Dorsky Goes From Local to Global

Courtesy of the Dorksy Museum.
Courtesy of the Dorksy Museum.
Courtesy of the Dorksy Museum.

This semester, the Dorsky is going global with art not only from the Hudson Valley, but from around the world.

The first exhibition, “Screen Play: Hudson Valley Artists 2013,” curated by Daniel Belasco, opened at the museum earlier in the summer and will remain on display through Sunday, Nov. 10. After twenty years, this display of local artists has grown into one of the Dorsky’s signature programs.

“This exhibition is about displaying the quality of the contemporary artists right here in the Hudson Valley,” Belasco said. “It includes work from 15 different artists and ranges in form from painting and drawing to performance and video. This year, the overall theme for the exhibit focused on incorporating the modern medium of the screen into the art piece. The screen can be anything from our modern movie and iPod screens to the older silk screens.”

His hope was that the contemporary theme would attract a variety of artists ranging in age from all over the Hudson Valley.

Luckily, there was a range not only in the age of the contributing artists, but the interpretation and medium of the some 220 pieces submitted as well.

The differing ages of the local artists played into their idea of the “screen,” which was  exactly the response Belasco was looking for.

A few of these artists come from the programs offered at SUNY New Paltz. Vernon Byron, a graduate from the school’s BFA program, uses film as an “aesthetic framework” for his artwork.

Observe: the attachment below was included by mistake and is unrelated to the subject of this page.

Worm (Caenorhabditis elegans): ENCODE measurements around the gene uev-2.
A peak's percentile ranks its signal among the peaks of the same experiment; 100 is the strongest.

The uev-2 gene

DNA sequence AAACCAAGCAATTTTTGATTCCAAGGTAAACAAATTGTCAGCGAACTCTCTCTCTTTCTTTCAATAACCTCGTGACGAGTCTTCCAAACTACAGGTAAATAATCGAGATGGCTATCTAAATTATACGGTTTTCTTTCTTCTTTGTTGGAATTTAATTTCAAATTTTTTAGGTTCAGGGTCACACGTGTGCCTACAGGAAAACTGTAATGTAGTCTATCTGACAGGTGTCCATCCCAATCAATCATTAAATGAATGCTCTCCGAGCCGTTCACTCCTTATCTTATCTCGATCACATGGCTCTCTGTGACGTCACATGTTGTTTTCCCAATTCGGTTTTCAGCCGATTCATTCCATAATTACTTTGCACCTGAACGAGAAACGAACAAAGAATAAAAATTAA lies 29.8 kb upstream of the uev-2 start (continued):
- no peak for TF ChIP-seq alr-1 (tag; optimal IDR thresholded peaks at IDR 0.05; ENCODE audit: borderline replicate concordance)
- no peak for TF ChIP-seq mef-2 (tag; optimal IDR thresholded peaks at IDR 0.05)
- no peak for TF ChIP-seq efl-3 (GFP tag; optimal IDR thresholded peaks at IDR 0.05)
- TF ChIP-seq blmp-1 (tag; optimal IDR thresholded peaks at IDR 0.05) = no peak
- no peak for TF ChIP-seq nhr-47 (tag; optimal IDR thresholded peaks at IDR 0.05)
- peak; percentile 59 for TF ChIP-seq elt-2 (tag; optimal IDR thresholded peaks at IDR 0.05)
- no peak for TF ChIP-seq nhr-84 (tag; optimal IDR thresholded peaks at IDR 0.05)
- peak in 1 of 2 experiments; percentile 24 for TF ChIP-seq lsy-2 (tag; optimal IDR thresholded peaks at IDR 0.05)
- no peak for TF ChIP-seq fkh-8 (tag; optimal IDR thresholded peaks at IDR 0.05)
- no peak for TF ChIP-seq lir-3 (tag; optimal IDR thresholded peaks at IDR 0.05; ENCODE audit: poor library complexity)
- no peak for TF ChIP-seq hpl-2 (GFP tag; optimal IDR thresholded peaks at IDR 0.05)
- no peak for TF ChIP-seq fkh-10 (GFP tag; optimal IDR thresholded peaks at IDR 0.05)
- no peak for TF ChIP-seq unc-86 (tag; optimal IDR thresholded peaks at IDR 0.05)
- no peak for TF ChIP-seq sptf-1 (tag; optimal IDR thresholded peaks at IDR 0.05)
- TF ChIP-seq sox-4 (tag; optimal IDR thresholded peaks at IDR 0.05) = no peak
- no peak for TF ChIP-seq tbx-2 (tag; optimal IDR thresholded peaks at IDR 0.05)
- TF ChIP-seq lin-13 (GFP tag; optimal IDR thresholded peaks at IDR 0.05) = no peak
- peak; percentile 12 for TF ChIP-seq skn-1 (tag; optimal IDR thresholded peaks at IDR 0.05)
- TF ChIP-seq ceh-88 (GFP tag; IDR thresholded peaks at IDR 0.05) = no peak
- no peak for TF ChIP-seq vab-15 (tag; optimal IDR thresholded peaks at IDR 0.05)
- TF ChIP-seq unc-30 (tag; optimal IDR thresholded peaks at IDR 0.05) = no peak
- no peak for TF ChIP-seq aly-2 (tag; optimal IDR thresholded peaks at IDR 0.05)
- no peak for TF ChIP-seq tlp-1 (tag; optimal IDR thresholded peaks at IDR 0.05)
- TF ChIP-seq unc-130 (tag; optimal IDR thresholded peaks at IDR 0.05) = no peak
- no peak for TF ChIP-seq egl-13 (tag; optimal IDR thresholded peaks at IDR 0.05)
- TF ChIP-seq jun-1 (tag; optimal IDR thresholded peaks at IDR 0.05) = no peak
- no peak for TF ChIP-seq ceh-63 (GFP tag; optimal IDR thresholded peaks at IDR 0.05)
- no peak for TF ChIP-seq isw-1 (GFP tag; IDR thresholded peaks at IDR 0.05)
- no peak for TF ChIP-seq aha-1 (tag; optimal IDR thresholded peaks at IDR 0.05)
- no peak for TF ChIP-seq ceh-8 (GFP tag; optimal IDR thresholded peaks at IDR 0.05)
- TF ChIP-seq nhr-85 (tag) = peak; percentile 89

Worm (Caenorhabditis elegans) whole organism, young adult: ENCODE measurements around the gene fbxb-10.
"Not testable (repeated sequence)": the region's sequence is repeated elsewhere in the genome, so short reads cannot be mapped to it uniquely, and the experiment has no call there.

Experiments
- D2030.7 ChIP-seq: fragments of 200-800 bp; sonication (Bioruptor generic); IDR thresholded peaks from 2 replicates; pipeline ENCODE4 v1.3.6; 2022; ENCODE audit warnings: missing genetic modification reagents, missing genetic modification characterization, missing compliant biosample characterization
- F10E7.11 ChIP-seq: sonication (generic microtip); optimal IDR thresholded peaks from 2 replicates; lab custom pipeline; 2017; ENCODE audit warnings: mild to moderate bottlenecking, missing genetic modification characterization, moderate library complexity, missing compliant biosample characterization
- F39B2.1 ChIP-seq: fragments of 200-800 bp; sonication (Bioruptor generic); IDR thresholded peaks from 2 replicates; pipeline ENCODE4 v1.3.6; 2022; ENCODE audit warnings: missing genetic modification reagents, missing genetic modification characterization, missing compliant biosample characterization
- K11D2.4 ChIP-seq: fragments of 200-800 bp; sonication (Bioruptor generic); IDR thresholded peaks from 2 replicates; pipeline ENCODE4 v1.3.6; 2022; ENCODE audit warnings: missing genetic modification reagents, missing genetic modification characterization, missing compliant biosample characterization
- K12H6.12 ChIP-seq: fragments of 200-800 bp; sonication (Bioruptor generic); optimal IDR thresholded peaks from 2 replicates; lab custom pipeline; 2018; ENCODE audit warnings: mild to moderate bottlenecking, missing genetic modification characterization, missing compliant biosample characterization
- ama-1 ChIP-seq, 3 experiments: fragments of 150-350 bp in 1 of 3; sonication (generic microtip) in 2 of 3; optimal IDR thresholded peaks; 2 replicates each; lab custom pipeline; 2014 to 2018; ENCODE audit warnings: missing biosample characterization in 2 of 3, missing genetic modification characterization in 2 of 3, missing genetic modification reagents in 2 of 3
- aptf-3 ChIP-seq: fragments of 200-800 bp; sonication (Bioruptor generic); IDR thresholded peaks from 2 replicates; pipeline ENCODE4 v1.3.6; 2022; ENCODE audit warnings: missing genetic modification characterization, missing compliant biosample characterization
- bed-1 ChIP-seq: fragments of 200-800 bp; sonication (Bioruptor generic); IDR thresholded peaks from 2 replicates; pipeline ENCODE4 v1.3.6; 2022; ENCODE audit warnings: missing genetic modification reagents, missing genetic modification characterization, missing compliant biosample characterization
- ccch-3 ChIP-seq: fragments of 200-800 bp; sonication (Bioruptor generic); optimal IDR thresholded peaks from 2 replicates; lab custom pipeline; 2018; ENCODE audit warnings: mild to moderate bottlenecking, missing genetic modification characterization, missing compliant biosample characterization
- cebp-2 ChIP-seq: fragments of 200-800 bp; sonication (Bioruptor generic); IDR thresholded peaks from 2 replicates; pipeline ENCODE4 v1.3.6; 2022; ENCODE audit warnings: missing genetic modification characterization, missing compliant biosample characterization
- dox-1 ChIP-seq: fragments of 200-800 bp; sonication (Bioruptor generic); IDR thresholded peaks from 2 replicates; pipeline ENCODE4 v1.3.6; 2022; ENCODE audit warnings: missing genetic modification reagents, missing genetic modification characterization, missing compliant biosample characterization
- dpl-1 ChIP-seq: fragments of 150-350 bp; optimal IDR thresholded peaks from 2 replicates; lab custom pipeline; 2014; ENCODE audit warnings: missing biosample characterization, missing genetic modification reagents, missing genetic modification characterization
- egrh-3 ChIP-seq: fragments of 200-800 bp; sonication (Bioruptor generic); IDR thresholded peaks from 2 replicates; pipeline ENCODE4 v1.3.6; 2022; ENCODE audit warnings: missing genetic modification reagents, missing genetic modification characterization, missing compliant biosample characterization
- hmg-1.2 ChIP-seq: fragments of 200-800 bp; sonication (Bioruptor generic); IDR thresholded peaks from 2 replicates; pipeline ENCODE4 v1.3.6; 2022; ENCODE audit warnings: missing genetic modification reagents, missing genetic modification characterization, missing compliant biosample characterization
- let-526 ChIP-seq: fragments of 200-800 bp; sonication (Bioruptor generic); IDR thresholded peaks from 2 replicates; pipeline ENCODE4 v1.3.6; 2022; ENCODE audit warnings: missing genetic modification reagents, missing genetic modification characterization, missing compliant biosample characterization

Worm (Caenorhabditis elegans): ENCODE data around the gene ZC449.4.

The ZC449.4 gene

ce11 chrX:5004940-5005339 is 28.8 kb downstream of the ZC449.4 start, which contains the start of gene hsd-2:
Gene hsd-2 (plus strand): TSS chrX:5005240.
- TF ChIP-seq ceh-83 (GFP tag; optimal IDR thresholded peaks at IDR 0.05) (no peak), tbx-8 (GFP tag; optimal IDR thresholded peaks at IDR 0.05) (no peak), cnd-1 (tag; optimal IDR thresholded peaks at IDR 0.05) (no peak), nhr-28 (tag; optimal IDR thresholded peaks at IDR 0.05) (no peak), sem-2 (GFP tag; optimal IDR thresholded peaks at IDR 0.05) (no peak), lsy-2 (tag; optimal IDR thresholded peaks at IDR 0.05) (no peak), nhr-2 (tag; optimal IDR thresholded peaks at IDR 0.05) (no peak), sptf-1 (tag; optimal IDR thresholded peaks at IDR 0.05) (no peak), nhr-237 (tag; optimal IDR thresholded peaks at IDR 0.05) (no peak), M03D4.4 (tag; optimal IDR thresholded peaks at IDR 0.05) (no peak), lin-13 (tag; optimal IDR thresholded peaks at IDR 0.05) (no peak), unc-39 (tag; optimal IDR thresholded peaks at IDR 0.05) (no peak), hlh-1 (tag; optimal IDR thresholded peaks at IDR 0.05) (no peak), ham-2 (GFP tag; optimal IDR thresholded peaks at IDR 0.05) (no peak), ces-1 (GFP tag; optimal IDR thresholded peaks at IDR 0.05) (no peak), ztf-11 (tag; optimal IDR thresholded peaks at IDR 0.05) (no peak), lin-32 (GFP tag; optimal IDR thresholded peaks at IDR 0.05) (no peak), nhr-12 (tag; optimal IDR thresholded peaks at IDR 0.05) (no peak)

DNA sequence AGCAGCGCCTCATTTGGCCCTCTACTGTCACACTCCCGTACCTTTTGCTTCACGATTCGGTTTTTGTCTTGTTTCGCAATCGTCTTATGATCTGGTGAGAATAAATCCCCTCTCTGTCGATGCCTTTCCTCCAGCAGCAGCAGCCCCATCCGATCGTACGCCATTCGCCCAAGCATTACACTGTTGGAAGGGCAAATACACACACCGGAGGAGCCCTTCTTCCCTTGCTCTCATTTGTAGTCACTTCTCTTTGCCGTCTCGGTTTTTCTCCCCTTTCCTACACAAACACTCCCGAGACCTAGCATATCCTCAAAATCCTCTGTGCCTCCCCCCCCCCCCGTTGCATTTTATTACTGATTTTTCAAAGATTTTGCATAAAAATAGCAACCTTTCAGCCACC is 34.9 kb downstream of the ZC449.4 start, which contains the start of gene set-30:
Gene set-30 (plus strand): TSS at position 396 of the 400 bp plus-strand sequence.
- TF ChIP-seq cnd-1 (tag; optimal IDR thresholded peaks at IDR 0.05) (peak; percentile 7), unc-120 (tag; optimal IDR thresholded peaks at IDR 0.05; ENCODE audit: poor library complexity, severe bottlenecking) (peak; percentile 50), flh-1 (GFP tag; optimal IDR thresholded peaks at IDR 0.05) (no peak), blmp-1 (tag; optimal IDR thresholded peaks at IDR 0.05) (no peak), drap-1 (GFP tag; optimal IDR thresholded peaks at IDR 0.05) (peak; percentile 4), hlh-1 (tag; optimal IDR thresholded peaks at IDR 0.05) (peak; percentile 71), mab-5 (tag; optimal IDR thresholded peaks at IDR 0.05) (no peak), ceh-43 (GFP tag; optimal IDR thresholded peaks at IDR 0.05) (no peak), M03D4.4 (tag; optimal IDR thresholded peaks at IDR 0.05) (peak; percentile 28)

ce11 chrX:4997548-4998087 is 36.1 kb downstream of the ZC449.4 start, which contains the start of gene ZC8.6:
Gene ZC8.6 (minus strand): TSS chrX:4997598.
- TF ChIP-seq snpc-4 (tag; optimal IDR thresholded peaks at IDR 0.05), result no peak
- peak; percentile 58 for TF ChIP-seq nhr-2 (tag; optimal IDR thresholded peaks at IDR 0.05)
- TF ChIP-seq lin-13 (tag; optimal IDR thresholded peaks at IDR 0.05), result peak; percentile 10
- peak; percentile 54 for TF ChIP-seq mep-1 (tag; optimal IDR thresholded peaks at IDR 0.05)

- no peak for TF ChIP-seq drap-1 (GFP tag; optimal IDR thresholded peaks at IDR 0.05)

Byron said that his goal with his submitted piece was to capture the movement of animation with graphite on still sheets of mylar.

The newest exhibition across the museum, took more than two years to put together. The collection, “Anonymous: Contemporary Tibetan Art,” curated by Rachek Perera Weingeist, includes work that came from artists across the globe, and will be on display at the Dorsky until Sunday, Dec. 15.

Twenty-seven artists, from Tibet, the United States and Europe, submitted pieces that explore the meaning of traditional Tibetan identity through contemporary works of art.

Weingeist said she hopes that “interest in the region, political and cultural, will be sparked and inspired.” The exhibit features over fifty different art pieces including works of sculpture, painting and video, all of which incorporate the loud voice of the local minority.

The Neil C. Trager Director, Sara Pasti, worked with Weingeist over the past two years to figure out logistical and curatorial aspects of the collection. In the collection’s catalogue “Contemporary Tibetan Art Catalogue: Preface,” Pasti expressed her own inspiration for installing the exhibition.

“As an academic museum, the Samuel Dorsky Museum of Art has the distinct role of serving both the on-campus academic audiences and the wider community,” the catalogue said.

According to the catalogue, Pasti  hopes that “the questions and conversations generated by ‘Anonymous’ will continue to engage, challenge and provoke curiosity in our students, faculty and community members both in the Hudson Valley and around the world for a long time to come.”

Written by Shelby Seipp